THE Groves family gather for a photograph at a treetop adventure playground.
Around a year earlier, 14-year-old Lillian Groves was hit by a car and killed outside her home in Headley Drive, New Addington.
This was the first time the family had been pictured as a group without her.
The outing was organised by Woodside Bereavement Service as a way for families to make new memories following a death.
Two years on the Groves look back at the image not as a reminder of loss, but a key moment in their attempt to rebuild their lives.
"When families are bereaved, it becomes so ingrained in their lives that they forget they have a new family unit and they have to learn how to function again," said Debbie Stanbridge, who counselled the young members of the Groves family.
"It's really good to hear that day was something they all remember because that was the whole point of it: they could look back and think about doing something they enjoyed.
"It was to build new memories and to engage with other families who were in similar situations so they didn't see themselves as isolated cases."
Seven families took part in the away day at Carroty Wood, an adventure centre in Kent.
The event was free, like all of Woodside's services, and included refreshments and activities designed to encourage families to bond, both among themselves and with one another.
The Groves family assumed the charity had run similar events in the past and would do again. In fact that was the first of its kind and Woodside has been unable to hold others.
Eighteen months ago it lost all its funding, a modest sum of £5,000 from sources including building firm Wates, Churches Together in England and NHS Croydon.
"We applied to Children in Need thinking we fitted in with what they want to achieve," said Debbie.
"It was a really arduous process of form-filling but we didn't meet the criteria."
While Woodside is run by volunteers it did have enough money to employ three children's project workers, including Debbie, who have had at least 50 hours of specialist training.
Now it only has one, who works on a voluntary basis. Debbie has had to go back to work as a teacher.
Not only has the loss of income meant they have yet to organise further away trips, which cost around £2,000, but waiting times for counselling are increasing.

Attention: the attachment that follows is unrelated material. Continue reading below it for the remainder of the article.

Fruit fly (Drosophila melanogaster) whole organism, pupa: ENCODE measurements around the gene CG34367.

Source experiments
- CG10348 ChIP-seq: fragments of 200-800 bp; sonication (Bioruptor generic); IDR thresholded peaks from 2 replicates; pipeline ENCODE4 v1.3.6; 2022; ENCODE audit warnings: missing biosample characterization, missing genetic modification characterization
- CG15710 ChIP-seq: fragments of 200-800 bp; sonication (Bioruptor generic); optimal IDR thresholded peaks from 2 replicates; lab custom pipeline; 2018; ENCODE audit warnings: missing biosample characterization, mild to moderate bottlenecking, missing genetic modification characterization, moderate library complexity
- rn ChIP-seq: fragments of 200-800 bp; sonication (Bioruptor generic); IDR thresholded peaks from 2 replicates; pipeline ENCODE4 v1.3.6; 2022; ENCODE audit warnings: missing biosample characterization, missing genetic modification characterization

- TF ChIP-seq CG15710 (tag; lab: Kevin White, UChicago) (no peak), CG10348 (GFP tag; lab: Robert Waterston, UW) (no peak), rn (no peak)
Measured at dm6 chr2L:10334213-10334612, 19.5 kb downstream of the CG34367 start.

"We try not to call it a waiting list but the time before someone's referral and when they receive support is beginning to grow, especially in our children's service, and we've never had that," said Debbie.
That is why the Groves' fundraising ball, to be held on June 12 next year, could hardly be better timed.
The family have organised the event to say thank you to those who supported Lillian's Law, their campaign to change the law on drug-driving.
The teenager was knocked down in June 2010 by a speeding driver who smoked cannabis before getting behind the wheel.
In a joint effort with the Advertiser the family prompted significant changes in drug-driving legislation, including a new offence and roadside testing devices, the first of which will see use by police this Christmas.
All proceeds from the Lillian's Law Trust Fundraising Ball, to be held at The Warren, in Bromley, will go to Woodside, in the hope that they will hold similar activity days for bereaved families.
"It's a lovely gesture," said Debbie. "Giving money to bereavement services is not high on anyone's agenda. Unless they used the service themselves, it's not in their minds. We're so grateful for their support."
Woodside offers free counselling to anyone who has experienced severe shock or depression following a death, divorce or accident.'She understood me....' MEGAN Groves, 19, describes how Woodside's counselling service helped her cope after Lillian's death. "Debbie supported me in every way. She listened to what I needed to say, helped me cope with grief and most importantly she was someone who I could talk to who wouldn't judge me or the judge the things I said. "It was a safe comfortable environment where crying was allowed to happen. She understood the feelings I had and never questioned 'what's wrong?' when I was feeling low. "She simply knew the answer and supported me by talking about memories and how to create memory flashes (decorated cards with a flash memory on). "My session would be on a Friday after school onsite, as this was a place which I felt open to talk. She even dropped me home after as she knew I had developed a fear of crossing roads. "Since counselling I feel I'm more able to express my emotions and that crying really is ok. "Without Debbie's help I think all the weight on my shoulders would be pushing me lower and lower to the ground until I couldn't get back up. "Thankfully that weight has been lifted and now I can see the light at the end of the tunnel." 'A big help' LILLIAN'S mother Natasha and aunt Michaela both received counselling from Woodside, as did her younger brother Oliver and cousin Megan. "Megan went into sixth from in the September after Lillian's accident but within a few weeks she started finding things really difficult," said Michaela. "Every time I got home from work she would be in bed. There was no reason for it other than she couldn't cope with day-to-day things. "Her school rang to say they were really concerned about her because when it came to leaving at the end of the day she was distraught at having to cross busy roads. "Counselling has made her realise that sometimes you lose people you love in awful circumstances and it's about being able to pick yourself up and live your life. I know Woodside helped her hugely." When the Groves family chose to raise money for the charity they did not realise it had been unable to run any more family fun days. "It's such a shame because it was so good," said Natasha. For more information on the ball visit the family's website Lillianslaw.moonfruit.com